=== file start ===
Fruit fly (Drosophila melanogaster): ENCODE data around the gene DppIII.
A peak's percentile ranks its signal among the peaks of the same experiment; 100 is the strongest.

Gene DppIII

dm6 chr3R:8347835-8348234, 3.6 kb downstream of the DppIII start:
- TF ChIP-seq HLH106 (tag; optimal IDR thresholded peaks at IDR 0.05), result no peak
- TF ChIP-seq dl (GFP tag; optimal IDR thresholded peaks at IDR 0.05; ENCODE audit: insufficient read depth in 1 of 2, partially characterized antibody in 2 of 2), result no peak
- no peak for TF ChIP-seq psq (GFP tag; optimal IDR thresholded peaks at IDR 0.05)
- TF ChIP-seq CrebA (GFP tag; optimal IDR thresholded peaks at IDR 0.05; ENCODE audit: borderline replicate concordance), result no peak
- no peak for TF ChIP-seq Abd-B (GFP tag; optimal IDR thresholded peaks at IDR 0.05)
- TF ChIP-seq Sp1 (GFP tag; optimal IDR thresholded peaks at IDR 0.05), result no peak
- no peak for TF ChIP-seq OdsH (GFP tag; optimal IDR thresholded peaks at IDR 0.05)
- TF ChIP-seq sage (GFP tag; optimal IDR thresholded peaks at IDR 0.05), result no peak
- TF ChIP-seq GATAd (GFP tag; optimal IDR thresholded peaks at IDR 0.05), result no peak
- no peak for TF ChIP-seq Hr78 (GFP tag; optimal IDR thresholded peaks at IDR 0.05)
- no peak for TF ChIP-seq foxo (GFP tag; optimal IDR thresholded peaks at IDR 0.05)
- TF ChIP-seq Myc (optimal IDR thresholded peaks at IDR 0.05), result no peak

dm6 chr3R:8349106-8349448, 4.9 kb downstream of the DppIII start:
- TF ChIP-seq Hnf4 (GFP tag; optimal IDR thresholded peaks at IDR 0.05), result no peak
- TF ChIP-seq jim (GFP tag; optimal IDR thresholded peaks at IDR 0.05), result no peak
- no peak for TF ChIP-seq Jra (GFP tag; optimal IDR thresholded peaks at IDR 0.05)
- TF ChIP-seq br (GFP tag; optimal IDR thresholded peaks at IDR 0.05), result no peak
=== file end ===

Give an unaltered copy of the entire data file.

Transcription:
Fruit fly (Drosophila melanogaster): ENCODE data around the gene DppIII.
A peak's percentile ranks its signal among the peaks of the same experiment; 100 is the strongest.

Gene DppIII

dm6 chr3R:8347835-8348234, 3.6 kb downstream of the DppIII start:
- TF ChIP-seq HLH106 (tag; optimal IDR thresholded peaks at IDR 0.05), result no peak
- TF ChIP-seq dl (GFP tag; optimal IDR thresholded peaks at IDR 0.05; ENCODE audit: insufficient read depth in 1 of 2, partially characterized antibody in 2 of 2), result no peak
- no peak for TF ChIP-seq psq (GFP tag; optimal IDR thresholded peaks at IDR 0.05)
- TF ChIP-seq CrebA (GFP tag; optimal IDR thresholded peaks at IDR 0.05; ENCODE audit: borderline replicate concordance), result no peak
- no peak for TF ChIP-seq Abd-B (GFP tag; optimal IDR thresholded peaks at IDR 0.05)
- TF ChIP-seq Sp1 (GFP tag; optimal IDR thresholded peaks at IDR 0.05), result no peak
- no peak for TF ChIP-seq OdsH (GFP tag; optimal IDR thresholded peaks at IDR 0.05)
- TF ChIP-seq sage (GFP tag; optimal IDR thresholded peaks at IDR 0.05), result no peak
- TF ChIP-seq GATAd (GFP tag; optimal IDR thresholded peaks at IDR 0.05), result no peak
- no peak for TF ChIP-seq Hr78 (GFP tag; optimal IDR thresholded peaks at IDR 0.05)
- no peak for TF ChIP-seq foxo (GFP tag; optimal IDR thresholded peaks at IDR 0.05)
- TF ChIP-seq Myc (optimal IDR thresholded peaks at IDR 0.05), result no peak

dm6 chr3R:8349106-8349448, 4.9 kb downstream of the DppIII start:
- TF ChIP-seq Hnf4 (GFP tag; optimal IDR thresholded peaks at IDR 0.05), result no peak
- TF ChIP-seq jim (GFP tag; optimal IDR thresholded peaks at IDR 0.05), result no peak
- no peak for TF ChIP-seq Jra (GFP tag; optimal IDR thresholded peaks at IDR 0.05)
- TF ChIP-seq br (GFP tag; optimal IDR thresholded peaks at IDR 0.05), result no peak